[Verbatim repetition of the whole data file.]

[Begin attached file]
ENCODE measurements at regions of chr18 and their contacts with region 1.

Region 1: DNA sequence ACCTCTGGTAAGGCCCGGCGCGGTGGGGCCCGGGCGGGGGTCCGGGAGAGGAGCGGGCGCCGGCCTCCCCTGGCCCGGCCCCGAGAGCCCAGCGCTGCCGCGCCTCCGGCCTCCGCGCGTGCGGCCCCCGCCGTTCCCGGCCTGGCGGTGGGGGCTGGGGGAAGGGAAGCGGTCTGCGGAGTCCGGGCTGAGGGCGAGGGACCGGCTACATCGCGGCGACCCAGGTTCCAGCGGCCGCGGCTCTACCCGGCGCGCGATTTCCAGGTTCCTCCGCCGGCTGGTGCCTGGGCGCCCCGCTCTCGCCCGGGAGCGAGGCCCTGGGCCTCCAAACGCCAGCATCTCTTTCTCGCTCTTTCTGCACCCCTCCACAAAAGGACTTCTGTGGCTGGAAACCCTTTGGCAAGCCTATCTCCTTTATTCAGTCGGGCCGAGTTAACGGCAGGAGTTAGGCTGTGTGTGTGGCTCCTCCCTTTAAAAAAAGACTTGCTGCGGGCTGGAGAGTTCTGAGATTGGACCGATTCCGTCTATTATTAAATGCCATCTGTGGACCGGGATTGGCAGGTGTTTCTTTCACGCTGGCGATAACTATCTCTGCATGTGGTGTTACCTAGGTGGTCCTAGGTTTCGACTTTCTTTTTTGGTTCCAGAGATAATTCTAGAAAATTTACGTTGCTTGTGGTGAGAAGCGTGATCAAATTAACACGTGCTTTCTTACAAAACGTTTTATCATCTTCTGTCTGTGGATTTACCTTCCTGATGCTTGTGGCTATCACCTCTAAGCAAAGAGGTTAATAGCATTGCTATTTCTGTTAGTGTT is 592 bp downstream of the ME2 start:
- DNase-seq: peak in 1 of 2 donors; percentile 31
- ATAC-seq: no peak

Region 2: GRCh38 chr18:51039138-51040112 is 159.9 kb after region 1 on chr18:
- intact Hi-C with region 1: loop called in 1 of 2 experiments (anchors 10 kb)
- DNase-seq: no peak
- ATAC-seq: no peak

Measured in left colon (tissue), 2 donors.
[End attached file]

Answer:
ENCODE measurements at regions of chr18 and their contacts with region 1.

Region 1: DNA sequence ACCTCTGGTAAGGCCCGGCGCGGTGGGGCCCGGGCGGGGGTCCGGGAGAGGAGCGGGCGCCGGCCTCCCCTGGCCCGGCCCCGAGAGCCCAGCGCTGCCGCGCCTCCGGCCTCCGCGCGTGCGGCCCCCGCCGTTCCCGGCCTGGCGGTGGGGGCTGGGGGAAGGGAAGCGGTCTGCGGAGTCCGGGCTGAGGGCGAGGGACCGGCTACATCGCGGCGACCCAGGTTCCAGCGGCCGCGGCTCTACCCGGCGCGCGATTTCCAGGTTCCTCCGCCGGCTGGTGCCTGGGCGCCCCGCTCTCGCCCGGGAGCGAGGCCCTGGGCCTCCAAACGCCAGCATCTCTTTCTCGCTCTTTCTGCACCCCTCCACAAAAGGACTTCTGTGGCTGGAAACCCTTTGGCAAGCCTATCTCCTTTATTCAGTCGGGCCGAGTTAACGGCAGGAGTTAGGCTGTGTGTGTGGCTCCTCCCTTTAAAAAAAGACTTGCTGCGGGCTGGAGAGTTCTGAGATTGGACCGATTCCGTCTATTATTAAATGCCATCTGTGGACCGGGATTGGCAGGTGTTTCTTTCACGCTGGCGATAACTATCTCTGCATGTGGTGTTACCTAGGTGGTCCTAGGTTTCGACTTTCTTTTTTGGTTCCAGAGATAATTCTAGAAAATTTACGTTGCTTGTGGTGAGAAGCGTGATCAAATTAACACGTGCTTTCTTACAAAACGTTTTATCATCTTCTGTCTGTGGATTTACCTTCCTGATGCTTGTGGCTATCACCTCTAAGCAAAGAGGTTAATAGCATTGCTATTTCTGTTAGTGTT is 592 bp downstream of the ME2 start:
- DNase-seq: peak in 1 of 2 donors; percentile 31
- ATAC-seq: no peak

Region 2: GRCh38 chr18:51039138-51040112 is 159.9 kb after region 1 on chr18:
- intact Hi-C with region 1: loop called in 1 of 2 experiments (anchors 10 kb)
- DNase-seq: no peak
- ATAC-seq: no peak

Measured in left colon (tissue), 2 donors.